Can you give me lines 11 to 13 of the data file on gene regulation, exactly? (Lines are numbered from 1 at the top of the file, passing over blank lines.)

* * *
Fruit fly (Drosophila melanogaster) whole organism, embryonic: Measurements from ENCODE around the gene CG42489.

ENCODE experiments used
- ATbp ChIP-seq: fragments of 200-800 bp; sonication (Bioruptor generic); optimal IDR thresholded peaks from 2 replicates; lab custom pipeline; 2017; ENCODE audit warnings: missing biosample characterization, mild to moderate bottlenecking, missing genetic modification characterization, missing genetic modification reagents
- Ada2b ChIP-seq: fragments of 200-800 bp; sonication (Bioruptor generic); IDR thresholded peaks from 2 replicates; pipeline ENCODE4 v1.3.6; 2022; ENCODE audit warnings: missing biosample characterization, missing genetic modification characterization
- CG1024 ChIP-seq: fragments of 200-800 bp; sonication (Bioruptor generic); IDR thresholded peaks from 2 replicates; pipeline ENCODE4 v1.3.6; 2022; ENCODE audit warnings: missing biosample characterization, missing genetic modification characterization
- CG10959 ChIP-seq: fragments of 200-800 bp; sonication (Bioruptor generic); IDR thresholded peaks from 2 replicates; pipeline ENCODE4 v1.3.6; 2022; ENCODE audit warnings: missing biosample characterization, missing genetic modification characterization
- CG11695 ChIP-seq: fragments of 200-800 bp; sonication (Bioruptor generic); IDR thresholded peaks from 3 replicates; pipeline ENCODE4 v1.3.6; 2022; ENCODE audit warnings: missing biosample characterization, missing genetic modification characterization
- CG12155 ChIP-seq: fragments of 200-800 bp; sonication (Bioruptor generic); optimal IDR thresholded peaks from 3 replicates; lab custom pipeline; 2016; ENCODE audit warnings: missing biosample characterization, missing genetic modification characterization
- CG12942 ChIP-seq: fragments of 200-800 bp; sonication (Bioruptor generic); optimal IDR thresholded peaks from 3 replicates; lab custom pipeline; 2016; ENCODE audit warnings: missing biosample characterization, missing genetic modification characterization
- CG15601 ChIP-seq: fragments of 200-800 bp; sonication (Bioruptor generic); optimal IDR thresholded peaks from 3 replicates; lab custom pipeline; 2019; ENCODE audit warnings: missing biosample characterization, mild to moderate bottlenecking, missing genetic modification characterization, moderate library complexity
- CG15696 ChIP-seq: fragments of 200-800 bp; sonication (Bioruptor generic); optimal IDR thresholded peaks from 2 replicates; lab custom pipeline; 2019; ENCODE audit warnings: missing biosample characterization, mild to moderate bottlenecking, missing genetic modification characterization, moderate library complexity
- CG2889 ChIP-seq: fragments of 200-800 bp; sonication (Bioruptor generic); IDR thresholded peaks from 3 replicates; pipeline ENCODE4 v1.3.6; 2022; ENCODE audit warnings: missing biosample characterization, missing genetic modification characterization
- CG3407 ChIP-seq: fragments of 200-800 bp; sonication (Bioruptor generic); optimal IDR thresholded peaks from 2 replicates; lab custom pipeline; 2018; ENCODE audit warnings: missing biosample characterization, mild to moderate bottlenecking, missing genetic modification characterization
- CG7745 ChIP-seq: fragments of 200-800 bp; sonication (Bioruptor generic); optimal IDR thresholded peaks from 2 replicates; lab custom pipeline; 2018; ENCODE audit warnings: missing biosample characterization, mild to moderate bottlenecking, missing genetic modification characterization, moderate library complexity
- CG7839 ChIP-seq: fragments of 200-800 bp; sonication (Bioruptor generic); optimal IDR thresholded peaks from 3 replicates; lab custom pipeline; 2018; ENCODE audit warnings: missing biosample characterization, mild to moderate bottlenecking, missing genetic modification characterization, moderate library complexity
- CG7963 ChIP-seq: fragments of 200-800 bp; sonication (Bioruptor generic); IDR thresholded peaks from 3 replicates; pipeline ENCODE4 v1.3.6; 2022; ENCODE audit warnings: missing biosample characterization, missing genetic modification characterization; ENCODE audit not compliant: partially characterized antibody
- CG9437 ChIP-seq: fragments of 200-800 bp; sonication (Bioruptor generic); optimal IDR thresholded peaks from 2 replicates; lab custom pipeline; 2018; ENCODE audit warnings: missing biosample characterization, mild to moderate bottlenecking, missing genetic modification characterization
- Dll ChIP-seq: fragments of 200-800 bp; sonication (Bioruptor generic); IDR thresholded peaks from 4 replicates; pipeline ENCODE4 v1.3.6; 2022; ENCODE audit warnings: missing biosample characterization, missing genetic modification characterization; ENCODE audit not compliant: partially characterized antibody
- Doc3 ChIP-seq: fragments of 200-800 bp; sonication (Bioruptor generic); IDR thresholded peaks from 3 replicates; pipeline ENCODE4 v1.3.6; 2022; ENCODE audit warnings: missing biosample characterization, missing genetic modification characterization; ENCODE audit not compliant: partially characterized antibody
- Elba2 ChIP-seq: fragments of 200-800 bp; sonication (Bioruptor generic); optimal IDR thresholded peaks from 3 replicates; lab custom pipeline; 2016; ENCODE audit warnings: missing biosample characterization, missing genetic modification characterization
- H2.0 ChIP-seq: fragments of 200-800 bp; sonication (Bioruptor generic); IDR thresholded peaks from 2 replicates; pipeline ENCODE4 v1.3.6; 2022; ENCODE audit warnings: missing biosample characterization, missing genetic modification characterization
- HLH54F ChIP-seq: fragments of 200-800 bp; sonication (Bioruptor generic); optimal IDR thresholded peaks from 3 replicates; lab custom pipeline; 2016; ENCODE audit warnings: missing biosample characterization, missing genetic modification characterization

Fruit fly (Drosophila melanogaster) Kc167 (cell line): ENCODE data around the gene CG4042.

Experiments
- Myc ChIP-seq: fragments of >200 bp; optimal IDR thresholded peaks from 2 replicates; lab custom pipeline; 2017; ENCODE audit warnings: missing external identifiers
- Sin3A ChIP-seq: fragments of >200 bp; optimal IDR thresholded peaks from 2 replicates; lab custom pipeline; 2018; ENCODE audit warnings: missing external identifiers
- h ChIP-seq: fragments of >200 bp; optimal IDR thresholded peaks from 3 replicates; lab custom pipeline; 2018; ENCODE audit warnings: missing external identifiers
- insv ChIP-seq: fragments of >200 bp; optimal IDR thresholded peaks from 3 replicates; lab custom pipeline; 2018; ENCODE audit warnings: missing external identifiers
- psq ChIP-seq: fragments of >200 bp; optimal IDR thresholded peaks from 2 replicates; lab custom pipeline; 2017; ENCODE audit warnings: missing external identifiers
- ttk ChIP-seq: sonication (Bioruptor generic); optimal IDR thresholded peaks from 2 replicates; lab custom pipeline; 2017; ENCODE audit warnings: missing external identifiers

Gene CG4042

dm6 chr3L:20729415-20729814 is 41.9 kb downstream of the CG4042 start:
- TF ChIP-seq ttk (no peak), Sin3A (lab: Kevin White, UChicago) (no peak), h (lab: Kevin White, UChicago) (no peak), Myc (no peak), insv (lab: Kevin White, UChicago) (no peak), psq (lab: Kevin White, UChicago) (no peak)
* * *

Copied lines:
- CG15696 ChIP-seq: fragments of 200-800 bp; sonication (Bioruptor generic); optimal IDR thresholded peaks from 2 replicates; lab custom pipeline; 2019; ENCODE audit warnings: missing biosample characterization, mild to moderate bottlenecking, missing genetic modification characterization, moderate library complexity
- CG2889 ChIP-seq: fragments of 200-800 bp; sonication (Bioruptor generic); IDR thresholded peaks from 3 replicates; pipeline ENCODE4 v1.3.6; 2022; ENCODE audit warnings: missing biosample characterization, missing genetic modification characterization
- CG3407 ChIP-seq: fragments of 200-800 bp; sonication (Bioruptor generic); optimal IDR thresholded peaks from 2 replicates; lab custom pipeline; 2018; ENCODE audit warnings: missing biosample characterization, mild to moderate bottlenecking, missing genetic modification characterization